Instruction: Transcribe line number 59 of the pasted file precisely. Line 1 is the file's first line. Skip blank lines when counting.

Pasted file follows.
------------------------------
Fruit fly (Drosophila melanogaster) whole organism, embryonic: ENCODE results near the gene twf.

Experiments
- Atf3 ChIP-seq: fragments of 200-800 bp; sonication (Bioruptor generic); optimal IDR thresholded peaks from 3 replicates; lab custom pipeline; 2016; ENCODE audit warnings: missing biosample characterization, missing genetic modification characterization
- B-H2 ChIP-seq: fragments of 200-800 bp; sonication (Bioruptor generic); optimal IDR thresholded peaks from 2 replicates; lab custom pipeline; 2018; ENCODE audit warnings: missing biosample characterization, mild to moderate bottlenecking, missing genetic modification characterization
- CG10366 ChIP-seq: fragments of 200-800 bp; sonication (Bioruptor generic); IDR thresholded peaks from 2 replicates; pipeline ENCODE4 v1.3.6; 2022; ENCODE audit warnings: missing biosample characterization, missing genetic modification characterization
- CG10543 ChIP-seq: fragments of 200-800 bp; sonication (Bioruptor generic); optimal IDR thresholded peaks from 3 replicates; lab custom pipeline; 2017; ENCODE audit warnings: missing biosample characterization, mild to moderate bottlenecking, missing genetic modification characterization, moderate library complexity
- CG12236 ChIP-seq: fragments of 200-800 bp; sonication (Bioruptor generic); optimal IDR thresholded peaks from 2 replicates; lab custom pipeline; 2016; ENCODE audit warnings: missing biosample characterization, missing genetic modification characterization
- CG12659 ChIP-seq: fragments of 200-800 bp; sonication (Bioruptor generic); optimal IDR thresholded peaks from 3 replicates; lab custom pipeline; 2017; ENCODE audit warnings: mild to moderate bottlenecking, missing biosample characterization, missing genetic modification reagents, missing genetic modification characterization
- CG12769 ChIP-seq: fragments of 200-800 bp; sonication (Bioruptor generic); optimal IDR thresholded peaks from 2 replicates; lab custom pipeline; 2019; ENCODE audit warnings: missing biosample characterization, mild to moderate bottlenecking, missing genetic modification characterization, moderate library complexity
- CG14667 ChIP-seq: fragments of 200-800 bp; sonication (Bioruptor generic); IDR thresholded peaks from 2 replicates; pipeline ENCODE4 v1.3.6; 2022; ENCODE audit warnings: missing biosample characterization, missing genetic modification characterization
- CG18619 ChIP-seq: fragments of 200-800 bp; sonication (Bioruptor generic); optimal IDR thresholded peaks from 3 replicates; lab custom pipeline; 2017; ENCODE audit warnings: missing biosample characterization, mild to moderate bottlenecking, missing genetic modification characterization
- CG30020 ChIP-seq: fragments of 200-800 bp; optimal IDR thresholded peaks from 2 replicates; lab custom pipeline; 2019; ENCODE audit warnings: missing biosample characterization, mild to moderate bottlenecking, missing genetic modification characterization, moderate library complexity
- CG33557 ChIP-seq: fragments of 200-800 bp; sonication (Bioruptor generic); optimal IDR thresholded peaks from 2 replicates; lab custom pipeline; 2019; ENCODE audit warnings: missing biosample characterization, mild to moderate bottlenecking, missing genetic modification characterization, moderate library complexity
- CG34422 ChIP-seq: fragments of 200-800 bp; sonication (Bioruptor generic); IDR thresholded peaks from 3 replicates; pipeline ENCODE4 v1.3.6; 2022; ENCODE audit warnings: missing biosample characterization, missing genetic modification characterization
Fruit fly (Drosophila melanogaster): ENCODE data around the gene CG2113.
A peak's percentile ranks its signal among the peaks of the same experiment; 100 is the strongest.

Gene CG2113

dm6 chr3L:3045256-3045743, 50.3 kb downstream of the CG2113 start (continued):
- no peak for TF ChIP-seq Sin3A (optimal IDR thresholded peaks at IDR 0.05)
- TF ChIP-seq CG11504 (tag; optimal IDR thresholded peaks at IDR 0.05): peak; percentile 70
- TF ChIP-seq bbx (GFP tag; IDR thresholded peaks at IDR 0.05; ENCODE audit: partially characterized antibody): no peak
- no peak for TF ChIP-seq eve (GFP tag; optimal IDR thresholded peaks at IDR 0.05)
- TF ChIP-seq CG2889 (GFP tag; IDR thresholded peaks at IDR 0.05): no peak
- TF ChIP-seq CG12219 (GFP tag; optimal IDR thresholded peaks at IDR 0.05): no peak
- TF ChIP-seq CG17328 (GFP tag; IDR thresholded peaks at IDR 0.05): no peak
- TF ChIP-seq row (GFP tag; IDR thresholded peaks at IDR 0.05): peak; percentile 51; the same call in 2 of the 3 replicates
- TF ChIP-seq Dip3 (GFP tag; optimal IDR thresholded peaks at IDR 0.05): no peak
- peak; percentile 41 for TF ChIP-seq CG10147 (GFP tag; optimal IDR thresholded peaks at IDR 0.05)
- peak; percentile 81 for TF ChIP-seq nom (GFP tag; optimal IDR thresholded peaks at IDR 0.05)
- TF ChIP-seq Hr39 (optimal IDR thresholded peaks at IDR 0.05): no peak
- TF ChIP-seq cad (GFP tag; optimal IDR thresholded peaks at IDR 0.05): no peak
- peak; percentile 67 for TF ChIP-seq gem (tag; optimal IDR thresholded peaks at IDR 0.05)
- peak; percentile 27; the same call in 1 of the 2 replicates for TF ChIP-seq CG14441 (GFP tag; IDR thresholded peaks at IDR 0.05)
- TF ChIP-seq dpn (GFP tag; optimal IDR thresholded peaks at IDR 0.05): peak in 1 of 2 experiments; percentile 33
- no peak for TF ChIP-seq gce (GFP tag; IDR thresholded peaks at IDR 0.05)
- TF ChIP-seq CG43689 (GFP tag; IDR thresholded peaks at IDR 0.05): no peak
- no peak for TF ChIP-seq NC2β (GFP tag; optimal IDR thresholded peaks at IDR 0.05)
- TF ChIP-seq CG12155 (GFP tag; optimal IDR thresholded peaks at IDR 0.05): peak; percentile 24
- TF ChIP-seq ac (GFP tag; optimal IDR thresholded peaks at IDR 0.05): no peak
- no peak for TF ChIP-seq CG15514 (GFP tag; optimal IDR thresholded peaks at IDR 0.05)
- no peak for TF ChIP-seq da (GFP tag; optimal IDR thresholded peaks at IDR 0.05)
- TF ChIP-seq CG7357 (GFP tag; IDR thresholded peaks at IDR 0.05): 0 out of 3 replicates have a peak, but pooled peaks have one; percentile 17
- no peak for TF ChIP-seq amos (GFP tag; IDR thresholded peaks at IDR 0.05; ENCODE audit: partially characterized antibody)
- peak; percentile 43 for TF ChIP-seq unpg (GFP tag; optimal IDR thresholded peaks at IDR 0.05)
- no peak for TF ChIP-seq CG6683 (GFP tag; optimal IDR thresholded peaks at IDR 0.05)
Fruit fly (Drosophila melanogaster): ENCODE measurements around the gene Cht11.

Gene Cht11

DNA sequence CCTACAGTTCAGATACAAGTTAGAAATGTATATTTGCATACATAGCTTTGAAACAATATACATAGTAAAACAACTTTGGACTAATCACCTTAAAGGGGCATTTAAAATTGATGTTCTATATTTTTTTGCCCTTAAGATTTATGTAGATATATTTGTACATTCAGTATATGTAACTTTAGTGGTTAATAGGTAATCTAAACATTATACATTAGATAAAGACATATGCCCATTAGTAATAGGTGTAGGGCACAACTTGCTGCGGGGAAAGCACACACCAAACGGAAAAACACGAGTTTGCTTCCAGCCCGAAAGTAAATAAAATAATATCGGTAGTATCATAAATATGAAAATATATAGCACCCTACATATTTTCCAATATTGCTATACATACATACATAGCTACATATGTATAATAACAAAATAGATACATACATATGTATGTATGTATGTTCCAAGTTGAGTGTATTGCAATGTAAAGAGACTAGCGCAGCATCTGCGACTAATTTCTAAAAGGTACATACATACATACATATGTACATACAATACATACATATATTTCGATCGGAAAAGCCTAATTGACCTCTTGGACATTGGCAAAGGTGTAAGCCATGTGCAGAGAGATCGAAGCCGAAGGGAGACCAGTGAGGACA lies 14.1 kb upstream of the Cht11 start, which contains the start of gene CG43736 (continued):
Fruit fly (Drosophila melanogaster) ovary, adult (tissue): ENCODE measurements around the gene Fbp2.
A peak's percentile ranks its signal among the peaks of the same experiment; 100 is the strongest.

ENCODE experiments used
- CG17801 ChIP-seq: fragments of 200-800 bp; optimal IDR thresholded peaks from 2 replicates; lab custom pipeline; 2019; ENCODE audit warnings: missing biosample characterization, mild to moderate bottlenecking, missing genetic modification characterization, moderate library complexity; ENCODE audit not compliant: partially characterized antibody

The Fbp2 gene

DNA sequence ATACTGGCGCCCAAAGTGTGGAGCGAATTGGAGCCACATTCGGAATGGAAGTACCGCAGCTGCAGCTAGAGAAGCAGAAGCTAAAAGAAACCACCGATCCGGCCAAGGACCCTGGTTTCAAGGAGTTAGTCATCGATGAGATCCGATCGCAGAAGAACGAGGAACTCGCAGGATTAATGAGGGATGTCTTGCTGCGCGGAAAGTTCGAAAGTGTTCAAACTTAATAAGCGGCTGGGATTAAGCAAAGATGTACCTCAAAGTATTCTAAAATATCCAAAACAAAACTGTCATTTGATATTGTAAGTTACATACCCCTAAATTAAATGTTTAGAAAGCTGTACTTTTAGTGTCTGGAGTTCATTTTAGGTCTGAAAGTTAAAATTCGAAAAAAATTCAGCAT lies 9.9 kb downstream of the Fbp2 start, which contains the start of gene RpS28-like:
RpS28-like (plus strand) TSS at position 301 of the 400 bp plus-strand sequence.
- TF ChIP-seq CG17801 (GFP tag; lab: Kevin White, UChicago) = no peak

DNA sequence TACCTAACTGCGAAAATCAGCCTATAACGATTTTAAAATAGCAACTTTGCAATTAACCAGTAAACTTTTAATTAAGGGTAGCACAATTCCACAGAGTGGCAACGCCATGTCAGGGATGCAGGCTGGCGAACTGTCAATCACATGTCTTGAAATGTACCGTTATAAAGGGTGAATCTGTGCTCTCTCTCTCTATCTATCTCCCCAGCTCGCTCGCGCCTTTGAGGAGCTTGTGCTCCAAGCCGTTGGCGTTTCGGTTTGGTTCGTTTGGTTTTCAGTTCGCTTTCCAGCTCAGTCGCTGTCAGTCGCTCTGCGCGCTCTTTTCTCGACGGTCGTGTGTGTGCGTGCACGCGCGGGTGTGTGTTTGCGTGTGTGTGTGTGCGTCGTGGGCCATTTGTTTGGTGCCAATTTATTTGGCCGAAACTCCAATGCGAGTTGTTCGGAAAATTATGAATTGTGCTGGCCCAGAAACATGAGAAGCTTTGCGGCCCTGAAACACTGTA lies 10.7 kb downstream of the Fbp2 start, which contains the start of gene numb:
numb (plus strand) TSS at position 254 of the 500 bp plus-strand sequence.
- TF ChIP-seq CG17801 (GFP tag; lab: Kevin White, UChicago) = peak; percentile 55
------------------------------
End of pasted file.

- TF ChIP-seq CG17801 (GFP tag; lab: Kevin White, UChicago) = peak; percentile 55